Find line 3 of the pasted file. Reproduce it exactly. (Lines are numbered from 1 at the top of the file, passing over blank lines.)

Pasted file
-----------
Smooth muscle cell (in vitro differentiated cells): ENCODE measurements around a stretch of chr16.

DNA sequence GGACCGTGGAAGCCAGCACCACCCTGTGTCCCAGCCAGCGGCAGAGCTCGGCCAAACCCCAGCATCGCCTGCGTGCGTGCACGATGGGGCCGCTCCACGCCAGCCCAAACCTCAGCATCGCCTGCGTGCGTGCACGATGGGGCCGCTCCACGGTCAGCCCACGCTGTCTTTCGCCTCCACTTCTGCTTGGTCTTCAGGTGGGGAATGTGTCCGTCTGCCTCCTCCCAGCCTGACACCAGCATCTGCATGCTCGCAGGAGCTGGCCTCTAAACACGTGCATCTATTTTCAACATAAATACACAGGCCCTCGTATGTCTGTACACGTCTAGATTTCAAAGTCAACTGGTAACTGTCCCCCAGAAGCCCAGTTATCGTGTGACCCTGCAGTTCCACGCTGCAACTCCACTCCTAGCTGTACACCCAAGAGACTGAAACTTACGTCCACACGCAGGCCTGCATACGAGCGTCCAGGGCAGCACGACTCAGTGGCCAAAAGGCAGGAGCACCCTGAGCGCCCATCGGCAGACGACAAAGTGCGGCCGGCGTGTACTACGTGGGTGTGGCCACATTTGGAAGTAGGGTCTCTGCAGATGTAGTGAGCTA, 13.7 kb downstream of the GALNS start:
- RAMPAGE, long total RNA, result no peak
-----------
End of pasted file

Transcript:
- RAMPAGE, long total RNA, result no peak